• In year 2015 the central government set up the Central Victim Compensation Fund Scheme. The main aim of this scheme is to support the various schemes going on in various states and UTs. It talks about the budget allocation, particularly for victim compensation and if any state was lacking funds central government helped the respective state by allocating the funds.
  • Supreme Court of India in its various judgements has reiterated various guidelines and orders to state as well as executive agencies to comply with it some of the landmark judgements of the Supreme Court are as follows:
  1. Ankush Shivaji Gaikwad v State of Maharashtra (2013)6 SCC 770: The Supreme Court of India in this landmark judgement made it compulsory for trial courts to consider grant of interim compensation and specifically give reasons for not awarding the interim compensation
  1. Rudal Sah V State of Bihar AIR 1983 SC 1086: The petitioner in this case was illegally detained for more than 14 years and after due deliberation he was released and a writ petition was filed by the petitioner and Supreme Court awarded the petitioner with a compensatory amount of 30,000 Rs. It was the first case in India where a writ court in India awarded compensation for illegal detention.
  1. MC Mehta V Union of India AIR 1987 SC 965: The Supreme Court held that its power under Article 32 is not just confined to preventive measures when there is a violation of fundamental right but it has its scope to remedial measures which also includes compensation where rights of the victim have already been violated.
  1. Hitendra Vishnu Thakur Vs State of Maharashtra (1994 )4 SCC 602: It was held by Supreme Court that “…A procedural statute should not generally speaking be applied retrospectively where the result would be to create new disabilities or obligations or to impose new duties…
  2. Suresh v. State of Haryana (2015) 2 SCC 227: The Supreme Court held that “It is the duty of the courts, on taking cognizance of a criminal offence, to ascertain whether there is tangible material to show commission of crime, whether the victim is identifiable and whether the victim of crime needs immediate financial…relief.” The gravity of offence committed towards the victim and the condition of victim are the grounds to decide the compensation.


Victim compensation under criminal law has witnessed systematic and fast progress in awarding compensation to the victims. Though the legal provisions in criminal law are hard to comprehend and checking the credibility of the victim is still a challenge the Supreme Court of India has played a vital role in this regard and by its myriad judgements tried to bridge the gap between courts, executive agencies and financial institutions.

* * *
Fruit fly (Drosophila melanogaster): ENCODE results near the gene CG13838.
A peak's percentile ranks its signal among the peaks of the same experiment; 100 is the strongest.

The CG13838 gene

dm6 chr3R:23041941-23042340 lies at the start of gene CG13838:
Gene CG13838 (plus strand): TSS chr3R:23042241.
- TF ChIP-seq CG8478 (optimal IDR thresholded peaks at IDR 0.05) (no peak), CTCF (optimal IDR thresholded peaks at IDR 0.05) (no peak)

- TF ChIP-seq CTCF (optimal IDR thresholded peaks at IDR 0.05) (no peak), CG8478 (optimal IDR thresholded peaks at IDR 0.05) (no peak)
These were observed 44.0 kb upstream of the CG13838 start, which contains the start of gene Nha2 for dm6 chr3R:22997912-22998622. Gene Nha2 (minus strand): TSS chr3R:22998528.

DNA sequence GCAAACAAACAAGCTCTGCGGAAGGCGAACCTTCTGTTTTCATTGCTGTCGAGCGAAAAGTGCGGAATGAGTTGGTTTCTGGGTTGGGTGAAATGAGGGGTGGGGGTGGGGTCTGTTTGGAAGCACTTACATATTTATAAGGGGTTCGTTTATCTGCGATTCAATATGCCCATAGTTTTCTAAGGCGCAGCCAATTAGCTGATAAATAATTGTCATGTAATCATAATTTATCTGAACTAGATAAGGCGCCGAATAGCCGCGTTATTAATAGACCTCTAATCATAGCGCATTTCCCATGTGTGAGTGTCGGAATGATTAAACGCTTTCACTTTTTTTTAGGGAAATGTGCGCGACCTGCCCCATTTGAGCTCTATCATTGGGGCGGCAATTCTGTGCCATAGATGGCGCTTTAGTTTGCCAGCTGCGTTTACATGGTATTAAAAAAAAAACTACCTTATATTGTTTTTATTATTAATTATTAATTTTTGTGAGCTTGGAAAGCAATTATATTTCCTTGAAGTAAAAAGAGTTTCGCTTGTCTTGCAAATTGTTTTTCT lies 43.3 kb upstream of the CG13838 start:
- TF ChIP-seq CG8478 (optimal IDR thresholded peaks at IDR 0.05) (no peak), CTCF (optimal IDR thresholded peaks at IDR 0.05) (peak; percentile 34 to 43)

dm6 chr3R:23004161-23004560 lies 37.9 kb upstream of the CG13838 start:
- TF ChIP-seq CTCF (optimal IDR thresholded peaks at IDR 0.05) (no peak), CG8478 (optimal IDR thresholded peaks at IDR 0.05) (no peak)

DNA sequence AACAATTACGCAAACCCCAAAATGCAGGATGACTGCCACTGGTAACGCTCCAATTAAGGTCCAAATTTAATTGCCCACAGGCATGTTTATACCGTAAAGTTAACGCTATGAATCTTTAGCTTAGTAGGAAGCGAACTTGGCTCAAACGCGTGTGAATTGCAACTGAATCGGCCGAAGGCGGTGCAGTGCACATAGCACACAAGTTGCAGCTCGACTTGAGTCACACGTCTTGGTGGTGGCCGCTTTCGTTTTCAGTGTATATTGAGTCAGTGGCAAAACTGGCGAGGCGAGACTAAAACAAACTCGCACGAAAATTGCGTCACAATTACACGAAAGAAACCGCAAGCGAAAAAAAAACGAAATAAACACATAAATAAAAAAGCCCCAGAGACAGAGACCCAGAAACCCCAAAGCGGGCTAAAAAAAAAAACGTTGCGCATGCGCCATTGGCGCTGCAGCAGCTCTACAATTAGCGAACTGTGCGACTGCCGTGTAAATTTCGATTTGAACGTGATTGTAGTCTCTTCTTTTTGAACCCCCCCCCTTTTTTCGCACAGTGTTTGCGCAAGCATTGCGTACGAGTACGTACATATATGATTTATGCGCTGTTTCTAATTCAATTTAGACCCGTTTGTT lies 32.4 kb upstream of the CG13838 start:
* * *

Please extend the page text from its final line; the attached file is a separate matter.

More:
Lack of funds is a very serious problem states going through but the Central Government by its various initiatives tried to release the load over state. Regular auditing of funds should be done to check the progress in compensating the victims.

By prioritize the victim compensation India can move towards a victim centric criminal justice system which not only punish the criminals but also compensate the victims and help them to get justice speedily and without any financial Hurdle.


  1. Online Articles / Sources Referred
    1. efaidnbmnnnibpcajpcglclefindmkaj/
  1. Cases Referred
    1. Ankush Shivaji Gaikwad v State of Maharashtra (2013)6 SCC 770
    2. Rudal Sah V State of Bihar AIR 1983 SC 1086
    3. MC Mehta V Union of India AIR 1987 SC 965:
    4. Hitendra Vishnu Thakur Vs State of Maharashtra (1994 )4 SCC 602
    5. Suresh v. State of Haryana (2015) 2 SCC 227:
  2. Statutes Referred
    1. Code of Criminal Procedure
    2. Constitution of India
    3. Section 2 (wa) – Code of Criminal Procedure,1973
    4. UN Declaration of Basic Principles of Justice for victims of crime, including those law proscribing criminal abuse of power, 1985
    5. Constitution of India,1950
    6. Constitution of India,1950
    7. Order to pay compensation.,
    8. Victim compensation scheme.,
    9. Compensation to persons groundlessly arrested,
    10. Order to pay costs in non-cognizable cases.,